The largest collection of Browningiana in the world is found at Baylor University in Waco, Texas. Why is it in a magnificent building on the rolling plains of Texas, rather than in London or Oxford? The answer is that Dr. Andrew Joseph Armstrong, an aficionado of the life and works of Robert Browning, was head of Baylor’s English Department from 1912 to 1952, and his wife, Mary Maxwell Armstrong, was his staunch supporter. Dr. A., as many of his students called him, was dedicated to the ideal of creating an outstanding collection of Browningiana at Baylor and, ultimately, a beautiful library and museum to serve as a monument to the lives and works of Robert and Elizabeth.
Armstrong became a dedicated fan (short for “fanatic,” remember) of the person and works of Robert Browning very early in the 20th century. Elizabeth, who had died in June of 1861, was somewhat out of fashion late in the 19th century and early in the 20th century. Robert lived twenty-eight years after Elizabeth’s death and composed many fine works during that period, including his acknowledged masterwork The Ring and the Book (1868-69). By the time of his death on December 12, 1889, Robert had become one of the most eminent poets of the late Victorian era in Great Britain.
Dr. Armstrong was considered something of a renaissance man: Baylor’s English department head, a teacher adored by most of his students, and knowledgeable in all the arts. To raise money to build the Browning collection (and, ultimately, the beautiful building) he became an impresario and entrepreneur (more on the second later). As impresario, he brought more than 300 luminaries of the first half of the twentieth century to the campus. In many cases, to persuade the famous to come to Baylor, he had to find and schedule other venues in Texas and the southwest for their readings, performances, etc. Thus, he also came to act as a tour agent.
Armstrong arranged the Baylor visits of approximately forty poets, some of whom remain well-known but most of whom have been largely forgotten. As an example, the 1920’s and ’30’s saw visits by such poets as Carl Sandburg, Amy Lowell, Robert Frost, Edna St. Vincent Millay, Vachel LIndsay, Edwin Markham, the English poet John Masefield and others.
Dr. Armstrong arranged Baylor visits by many celebrities in other arts, as well: for example, the Bengali Rabindranath Tagore who reshaped his region’s literature and music; novelist Sinclair Lewis, whose gruff assessment of the Browning Collection was “A Browning library has no more business in Texas than the Grecian Marbles do in the British Museum”; colorful wanderer and travel writer Richard Halliburton; famous explorers Roald Amundsen, Prince William of Sweden and Admiral Richard E. Byrd; playwright Hugh Walpole; Texas’ own J. Frank Dobie; writer Sherwood Anderson, and, among other actors and companies, Broadway theater stars Helen Hayes, Katharine Cornell and Basil Rathbone (Cornell and Rathbone performed the play The Barretts of Wimpole Street at Baylor).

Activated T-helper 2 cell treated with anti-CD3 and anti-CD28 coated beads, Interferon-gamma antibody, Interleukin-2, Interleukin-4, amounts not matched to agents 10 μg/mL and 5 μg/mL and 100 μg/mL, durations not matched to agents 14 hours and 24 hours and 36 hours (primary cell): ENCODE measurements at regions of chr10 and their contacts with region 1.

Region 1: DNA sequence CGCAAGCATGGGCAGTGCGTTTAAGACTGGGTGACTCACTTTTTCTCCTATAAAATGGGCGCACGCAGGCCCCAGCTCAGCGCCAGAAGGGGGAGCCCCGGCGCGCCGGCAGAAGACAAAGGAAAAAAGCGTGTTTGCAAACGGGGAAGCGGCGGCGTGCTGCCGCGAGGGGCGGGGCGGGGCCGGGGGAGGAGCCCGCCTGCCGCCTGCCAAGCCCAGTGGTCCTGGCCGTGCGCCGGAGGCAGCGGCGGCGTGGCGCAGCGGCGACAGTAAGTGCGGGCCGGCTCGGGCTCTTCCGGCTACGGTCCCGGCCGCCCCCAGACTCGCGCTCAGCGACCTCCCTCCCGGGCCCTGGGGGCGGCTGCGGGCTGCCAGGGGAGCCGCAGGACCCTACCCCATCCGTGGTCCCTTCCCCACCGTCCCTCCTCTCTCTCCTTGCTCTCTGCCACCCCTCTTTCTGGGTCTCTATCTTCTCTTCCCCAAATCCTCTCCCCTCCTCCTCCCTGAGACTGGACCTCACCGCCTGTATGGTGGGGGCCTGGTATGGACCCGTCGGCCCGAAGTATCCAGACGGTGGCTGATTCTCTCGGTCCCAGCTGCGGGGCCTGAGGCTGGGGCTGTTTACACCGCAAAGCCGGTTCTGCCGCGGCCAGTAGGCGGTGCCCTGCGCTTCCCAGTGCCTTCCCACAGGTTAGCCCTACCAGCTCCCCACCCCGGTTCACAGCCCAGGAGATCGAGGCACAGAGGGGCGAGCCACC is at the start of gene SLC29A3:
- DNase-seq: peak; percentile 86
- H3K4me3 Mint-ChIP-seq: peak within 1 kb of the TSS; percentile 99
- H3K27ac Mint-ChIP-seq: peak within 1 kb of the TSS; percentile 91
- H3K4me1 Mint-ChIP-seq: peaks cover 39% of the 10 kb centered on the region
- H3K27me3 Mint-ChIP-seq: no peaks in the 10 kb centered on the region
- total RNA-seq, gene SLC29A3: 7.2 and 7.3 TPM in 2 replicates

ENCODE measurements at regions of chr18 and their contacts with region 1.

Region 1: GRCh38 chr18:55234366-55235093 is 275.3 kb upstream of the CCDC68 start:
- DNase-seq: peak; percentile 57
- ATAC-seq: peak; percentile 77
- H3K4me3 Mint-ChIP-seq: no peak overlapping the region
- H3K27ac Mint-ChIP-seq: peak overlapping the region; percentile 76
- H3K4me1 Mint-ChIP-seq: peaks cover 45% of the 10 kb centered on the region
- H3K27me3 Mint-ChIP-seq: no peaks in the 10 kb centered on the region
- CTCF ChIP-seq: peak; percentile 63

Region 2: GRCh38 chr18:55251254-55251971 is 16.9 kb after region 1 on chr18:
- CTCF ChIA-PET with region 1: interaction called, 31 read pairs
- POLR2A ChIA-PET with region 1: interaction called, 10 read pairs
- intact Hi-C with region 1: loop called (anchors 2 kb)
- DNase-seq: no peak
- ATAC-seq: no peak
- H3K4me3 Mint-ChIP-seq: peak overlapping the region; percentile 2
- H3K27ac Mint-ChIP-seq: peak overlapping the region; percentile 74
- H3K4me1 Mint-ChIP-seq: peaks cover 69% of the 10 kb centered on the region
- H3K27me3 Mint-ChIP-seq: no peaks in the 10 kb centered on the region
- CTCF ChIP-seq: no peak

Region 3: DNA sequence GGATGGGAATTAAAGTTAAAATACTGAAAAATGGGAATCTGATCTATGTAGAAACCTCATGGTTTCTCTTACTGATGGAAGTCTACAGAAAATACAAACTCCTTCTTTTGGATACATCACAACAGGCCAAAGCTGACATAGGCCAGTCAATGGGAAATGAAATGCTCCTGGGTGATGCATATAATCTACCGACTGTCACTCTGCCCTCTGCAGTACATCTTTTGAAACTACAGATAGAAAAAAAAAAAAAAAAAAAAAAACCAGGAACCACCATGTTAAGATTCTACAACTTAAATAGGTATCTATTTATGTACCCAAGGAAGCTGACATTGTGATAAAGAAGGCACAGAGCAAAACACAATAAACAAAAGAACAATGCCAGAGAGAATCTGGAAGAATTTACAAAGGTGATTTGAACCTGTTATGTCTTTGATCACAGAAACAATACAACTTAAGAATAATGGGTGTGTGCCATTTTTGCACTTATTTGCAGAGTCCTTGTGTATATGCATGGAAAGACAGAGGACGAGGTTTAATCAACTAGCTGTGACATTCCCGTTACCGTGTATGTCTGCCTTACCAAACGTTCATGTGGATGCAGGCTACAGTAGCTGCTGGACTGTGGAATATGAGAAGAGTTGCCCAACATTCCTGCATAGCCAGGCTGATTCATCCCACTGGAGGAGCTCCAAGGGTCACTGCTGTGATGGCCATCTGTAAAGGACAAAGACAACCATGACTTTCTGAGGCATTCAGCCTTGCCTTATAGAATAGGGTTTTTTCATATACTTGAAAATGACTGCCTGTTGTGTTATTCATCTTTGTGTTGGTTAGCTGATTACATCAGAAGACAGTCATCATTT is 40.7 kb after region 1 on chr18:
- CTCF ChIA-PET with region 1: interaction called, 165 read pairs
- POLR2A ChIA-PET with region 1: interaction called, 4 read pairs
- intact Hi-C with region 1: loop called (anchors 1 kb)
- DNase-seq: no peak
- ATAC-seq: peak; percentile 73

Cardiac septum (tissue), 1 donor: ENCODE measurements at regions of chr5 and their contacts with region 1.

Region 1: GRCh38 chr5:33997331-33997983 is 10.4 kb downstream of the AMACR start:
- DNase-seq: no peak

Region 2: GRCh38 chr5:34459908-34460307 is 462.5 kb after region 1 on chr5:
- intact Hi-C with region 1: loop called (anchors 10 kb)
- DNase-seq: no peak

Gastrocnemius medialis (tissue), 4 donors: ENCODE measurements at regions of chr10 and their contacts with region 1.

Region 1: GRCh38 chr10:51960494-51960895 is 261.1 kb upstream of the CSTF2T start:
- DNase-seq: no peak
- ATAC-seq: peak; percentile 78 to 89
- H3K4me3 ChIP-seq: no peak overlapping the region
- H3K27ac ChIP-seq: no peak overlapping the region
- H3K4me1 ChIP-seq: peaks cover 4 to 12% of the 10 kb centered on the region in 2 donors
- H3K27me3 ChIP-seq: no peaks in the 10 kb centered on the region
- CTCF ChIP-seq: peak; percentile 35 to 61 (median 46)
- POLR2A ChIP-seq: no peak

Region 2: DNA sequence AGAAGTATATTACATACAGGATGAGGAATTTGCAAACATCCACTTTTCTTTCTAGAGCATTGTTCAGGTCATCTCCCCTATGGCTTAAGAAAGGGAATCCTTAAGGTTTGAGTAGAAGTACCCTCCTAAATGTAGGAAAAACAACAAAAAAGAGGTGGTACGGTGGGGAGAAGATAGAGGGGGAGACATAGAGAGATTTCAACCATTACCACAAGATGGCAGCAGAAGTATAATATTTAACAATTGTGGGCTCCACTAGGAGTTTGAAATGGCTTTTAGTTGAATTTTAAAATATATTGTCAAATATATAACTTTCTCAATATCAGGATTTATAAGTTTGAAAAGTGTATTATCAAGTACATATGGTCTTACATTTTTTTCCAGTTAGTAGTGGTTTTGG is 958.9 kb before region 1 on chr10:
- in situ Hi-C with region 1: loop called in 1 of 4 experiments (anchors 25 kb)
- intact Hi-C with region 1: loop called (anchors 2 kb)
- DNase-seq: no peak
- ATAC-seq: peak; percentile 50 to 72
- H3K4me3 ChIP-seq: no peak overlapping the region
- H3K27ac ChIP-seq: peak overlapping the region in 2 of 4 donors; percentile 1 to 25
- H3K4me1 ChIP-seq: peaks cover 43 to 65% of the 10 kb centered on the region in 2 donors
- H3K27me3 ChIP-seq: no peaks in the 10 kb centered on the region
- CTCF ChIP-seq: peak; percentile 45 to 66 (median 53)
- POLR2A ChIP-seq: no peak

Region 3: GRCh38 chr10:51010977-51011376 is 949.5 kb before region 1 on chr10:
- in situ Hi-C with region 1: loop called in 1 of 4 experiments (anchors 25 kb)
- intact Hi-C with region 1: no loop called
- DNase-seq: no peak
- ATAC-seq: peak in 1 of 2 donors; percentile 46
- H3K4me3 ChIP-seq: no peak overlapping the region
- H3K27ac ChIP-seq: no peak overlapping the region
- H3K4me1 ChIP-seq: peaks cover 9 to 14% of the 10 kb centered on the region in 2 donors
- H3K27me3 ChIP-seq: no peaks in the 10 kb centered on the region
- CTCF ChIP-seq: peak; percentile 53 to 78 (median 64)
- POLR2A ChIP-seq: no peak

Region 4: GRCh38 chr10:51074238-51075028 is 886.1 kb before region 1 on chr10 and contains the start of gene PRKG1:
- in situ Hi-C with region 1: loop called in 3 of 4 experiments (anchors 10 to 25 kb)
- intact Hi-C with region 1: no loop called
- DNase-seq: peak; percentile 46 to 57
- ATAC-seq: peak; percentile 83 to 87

Eminent musicians and dancers came to the University at Dr. A.’s invitation, perhaps most notably the world-famous opera singers Luisa Tetrazzini and Amelita Galli-Curci. In addition, he arranged performances by the eminent violinist Mischa Elman, Frank Asper, organist at the Mormon Temple in Salt Lake City; contralto Marian Anderson; lyric tenor Roland Hayes (first African-American male singer to achieve worldwide acclaim); lyric soprano Helen Jepson; the Ballet Russe de Monte Carlo; and Devi Dja and her Asian dance troupe.
Numerous lecturers were brought to Baylor, including critics, dramatic readers, humorists, publishers, diplomats, and writers. One lecturer, the prolific American writer, historian, and philosopher Will Durant, already well-respected for his The History of Philosophy (1926), later produced (with his wife Ariel) the monumental Story of Civilization (11 vols., 1935-1975). Unfortunately, the eleventh and last volume of the set is The Age of Napoleon. Due to age, and death within two weeks of each other in 1981, The Story of Civilization thus ends in the early nineteenth century.